Today, I lead two coalitions: The first is the opposition, such as it is, and I also lead the peace coalition, which numbers 59 members, not including the Likud and the ultra-Orthodox parties. It is thus clear that we have a majority in this Knesset for an agreement with the Palestinians. Netanyahu doesn’t have to fear the right, but to bravely walk toward this decision. To adopt the suggested framework and advance with it. We will provide a safety net for him as a responsible opposition.
Al-Monitor: What would be the right time to join his government, as far as you’re concerned?
Herzog: At this point, I’m not prepared to enter negotiations over joining or not joining the government, because no one knows if Netanyahu and Abu Mazen would reach the objective. I have no reason, as someone who thinks that this government has made mistake after mistake, to start talking about joining it. We’re talking in a responsible manner and we’ll consider our options when there will be something to consider.
In the meantime, I look at what’s going on in the government and it’s worrisome. Only this last weekend, the transfer of government budgets to the Yesha Council [the settlements' umbrella organization], a political organization that works against the government, was exposed. This is another example of how they hide what they’re doing under the noses of members of the government, foremost of whom [is] Finance Minister Yair Lapid. It shows the power of the settler lobby, which controls the funding pipeline.
Lapid, instead of making sure that the money is targeted toward lowering the price of housing, to the Galilee and the Negev [Desert], under his watch hundreds of millions of shekels are being transferred across the Green Line. I applaud his decision to stop the funding, but in my opinion it’s embarrassing that he didn’t know about it. What place does the Labor Party have in a government like this?
Al-Monitor: What is your position regarding Netanyahu’s harsh reaction to Kerry’s warnings about a boycott?
Herzog: An agreement with the Palestinians must be reached, not because of the threat of a boycott but because it’s an important national need for the State of Israel to ensure its future as a Jewish and democratic state. Thus, the minister of economy and trade [Naftali Bennett], too, should have been much more careful with the scorn he expressed toward this threat. While this isn’t the reason we should start negotiations, it shouldn’t be taken lightly.
It’s absurd that the minister of economy and trade, who’s in charge of exports and of Israel’s economic ties, behaves in this way. I’m not afraid of the boycott and I personally fight it from every place on earth. I despise such boycott initiatives, and I think first and foremost they hurt the Palestinians themselves. But unlike Bennett, I don’t scorn them and other international legalization processes. Bennett’s words were meant to scare the public and terrify it as part of a political tactic that’s intended to solidify a right-wing bloc under his leadership.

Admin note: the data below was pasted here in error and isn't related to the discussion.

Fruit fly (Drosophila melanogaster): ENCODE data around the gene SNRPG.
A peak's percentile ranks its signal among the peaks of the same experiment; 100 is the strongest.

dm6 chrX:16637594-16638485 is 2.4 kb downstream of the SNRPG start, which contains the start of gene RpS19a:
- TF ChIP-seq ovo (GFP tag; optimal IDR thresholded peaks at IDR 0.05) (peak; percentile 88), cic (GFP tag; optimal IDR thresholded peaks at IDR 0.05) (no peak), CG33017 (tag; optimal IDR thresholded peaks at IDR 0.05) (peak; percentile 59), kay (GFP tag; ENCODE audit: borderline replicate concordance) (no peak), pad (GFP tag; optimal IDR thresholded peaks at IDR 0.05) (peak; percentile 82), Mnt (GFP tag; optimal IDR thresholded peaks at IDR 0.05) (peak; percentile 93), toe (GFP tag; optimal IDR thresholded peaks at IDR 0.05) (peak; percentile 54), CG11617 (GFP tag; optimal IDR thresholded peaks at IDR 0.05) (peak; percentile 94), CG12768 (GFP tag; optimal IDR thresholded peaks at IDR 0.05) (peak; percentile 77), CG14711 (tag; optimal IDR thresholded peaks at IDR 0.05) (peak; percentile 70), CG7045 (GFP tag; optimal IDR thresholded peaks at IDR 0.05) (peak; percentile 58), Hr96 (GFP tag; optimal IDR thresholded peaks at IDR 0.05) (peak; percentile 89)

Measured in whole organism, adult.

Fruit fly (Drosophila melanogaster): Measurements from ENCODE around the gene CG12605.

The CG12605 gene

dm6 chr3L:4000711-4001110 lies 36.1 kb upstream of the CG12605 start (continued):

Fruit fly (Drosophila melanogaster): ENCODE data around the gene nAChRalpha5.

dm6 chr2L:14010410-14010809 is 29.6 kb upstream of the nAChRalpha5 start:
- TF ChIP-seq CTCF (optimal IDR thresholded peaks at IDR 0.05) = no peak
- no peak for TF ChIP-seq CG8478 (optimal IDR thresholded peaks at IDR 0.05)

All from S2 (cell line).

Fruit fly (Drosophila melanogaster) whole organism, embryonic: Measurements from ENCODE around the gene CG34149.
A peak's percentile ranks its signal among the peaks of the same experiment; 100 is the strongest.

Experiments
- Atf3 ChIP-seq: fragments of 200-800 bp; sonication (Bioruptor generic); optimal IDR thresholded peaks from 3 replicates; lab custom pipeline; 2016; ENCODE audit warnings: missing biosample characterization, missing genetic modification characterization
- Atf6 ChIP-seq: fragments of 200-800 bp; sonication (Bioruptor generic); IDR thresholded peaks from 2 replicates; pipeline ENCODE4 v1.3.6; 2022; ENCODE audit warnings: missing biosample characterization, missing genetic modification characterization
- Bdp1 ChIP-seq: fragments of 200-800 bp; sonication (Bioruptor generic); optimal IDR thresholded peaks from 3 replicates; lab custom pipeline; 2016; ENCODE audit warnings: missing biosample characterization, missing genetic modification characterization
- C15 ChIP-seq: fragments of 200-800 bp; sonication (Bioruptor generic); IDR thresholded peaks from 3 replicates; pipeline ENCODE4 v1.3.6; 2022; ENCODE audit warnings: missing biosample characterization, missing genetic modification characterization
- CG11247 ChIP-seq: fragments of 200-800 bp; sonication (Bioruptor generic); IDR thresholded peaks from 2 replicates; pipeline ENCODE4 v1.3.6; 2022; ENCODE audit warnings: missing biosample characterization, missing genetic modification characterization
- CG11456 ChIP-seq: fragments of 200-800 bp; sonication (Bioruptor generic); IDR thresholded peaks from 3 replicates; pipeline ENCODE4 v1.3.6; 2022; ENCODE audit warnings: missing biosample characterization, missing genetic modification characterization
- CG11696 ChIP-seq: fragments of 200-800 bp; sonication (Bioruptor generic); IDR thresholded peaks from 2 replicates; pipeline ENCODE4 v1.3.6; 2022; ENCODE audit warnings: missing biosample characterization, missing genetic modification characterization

I know that Kerry expressed himself on this more than once, and he says this out of deep concern for the interests of the State of Israel. He’s been a true friend for decades, and he’s genuinely worried about processes he sees in the international arena. At the end, it’s clear that a diplomatic process is good for both sides.
I suggest ignoring the incessant pronouncements from all sides. We’re reaching a moment of truth when the leaders will have to make life-changing decisions. The American "softening campaign," which has been using the media to reveal such and such elements of the framework document, proves that there aren’t winners or losers in it. There are clear advantages to both sides in the agreement, and I prefer to see the advantages.
Al-Monitor: Let’s say that Netanyahu accepts the document, what about the other side? We can’t constantly self-flagellate. You said yourself that in Netanyahu’s last term he took courageous steps and President Mahmoud Abbas didn’t leverage them.
Herzog: No one knows what Abu Mazen is thinking. Certainly they expect him to advance as well. Sure, the other side is annoying and exhausting and says really grievous things, but in the end that’s the partner we have to live with. We have an interest to progress because Israel is always seen as the initiator. We must not reach a situation where we are seen as responsible for the breakup of the talks.